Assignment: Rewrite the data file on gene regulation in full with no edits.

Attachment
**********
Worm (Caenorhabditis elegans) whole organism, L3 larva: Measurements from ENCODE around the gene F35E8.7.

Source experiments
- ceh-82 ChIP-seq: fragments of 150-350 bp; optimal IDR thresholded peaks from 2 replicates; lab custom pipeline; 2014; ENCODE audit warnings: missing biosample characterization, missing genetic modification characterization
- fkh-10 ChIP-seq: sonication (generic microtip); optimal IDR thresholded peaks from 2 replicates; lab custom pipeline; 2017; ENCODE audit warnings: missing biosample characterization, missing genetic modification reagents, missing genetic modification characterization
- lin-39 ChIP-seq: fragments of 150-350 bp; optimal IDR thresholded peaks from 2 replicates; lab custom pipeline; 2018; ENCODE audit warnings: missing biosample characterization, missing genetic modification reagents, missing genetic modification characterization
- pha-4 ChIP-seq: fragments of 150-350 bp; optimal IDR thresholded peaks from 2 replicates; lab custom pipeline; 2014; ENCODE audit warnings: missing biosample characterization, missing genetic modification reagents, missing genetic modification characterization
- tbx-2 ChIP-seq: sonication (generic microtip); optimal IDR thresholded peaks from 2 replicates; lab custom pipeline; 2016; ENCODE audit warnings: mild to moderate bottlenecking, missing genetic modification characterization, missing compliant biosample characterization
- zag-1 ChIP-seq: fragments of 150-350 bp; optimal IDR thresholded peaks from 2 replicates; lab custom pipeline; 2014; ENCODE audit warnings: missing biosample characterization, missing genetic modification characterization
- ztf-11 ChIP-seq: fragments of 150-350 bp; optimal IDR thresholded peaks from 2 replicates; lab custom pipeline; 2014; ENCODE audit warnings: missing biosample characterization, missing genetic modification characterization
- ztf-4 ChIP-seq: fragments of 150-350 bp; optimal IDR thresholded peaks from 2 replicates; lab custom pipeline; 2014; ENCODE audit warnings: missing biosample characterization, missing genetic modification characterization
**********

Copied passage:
Worm (Caenorhabditis elegans) whole organism, L3 larva: Measurements from ENCODE around the gene F35E8.7.

Source experiments
- ceh-82 ChIP-seq: fragments of 150-350 bp; optimal IDR thresholded peaks from 2 replicates; lab custom pipeline; 2014; ENCODE audit warnings: missing biosample characterization, missing genetic modification characterization
- fkh-10 ChIP-seq: sonication (generic microtip); optimal IDR thresholded peaks from 2 replicates; lab custom pipeline; 2017; ENCODE audit warnings: missing biosample characterization, missing genetic modification reagents, missing genetic modification characterization
- lin-39 ChIP-seq: fragments of 150-350 bp; optimal IDR thresholded peaks from 2 replicates; lab custom pipeline; 2018; ENCODE audit warnings: missing biosample characterization, missing genetic modification reagents, missing genetic modification characterization
- pha-4 ChIP-seq: fragments of 150-350 bp; optimal IDR thresholded peaks from 2 replicates; lab custom pipeline; 2014; ENCODE audit warnings: missing biosample characterization, missing genetic modification reagents, missing genetic modification characterization
- tbx-2 ChIP-seq: sonication (generic microtip); optimal IDR thresholded peaks from 2 replicates; lab custom pipeline; 2016; ENCODE audit warnings: mild to moderate bottlenecking, missing genetic modification characterization, missing compliant biosample characterization
- zag-1 ChIP-seq: fragments of 150-350 bp; optimal IDR thresholded peaks from 2 replicates; lab custom pipeline; 2014; ENCODE audit warnings: missing biosample characterization, missing genetic modification characterization
- ztf-11 ChIP-seq: fragments of 150-350 bp; optimal IDR thresholded peaks from 2 replicates; lab custom pipeline; 2014; ENCODE audit warnings: missing biosample characterization, missing genetic modification characterization
- ztf-4 ChIP-seq: fragments of 150-350 bp; optimal IDR thresholded peaks from 2 replicates; lab custom pipeline; 2014; ENCODE audit warnings: missing biosample characterization, missing genetic modification characterization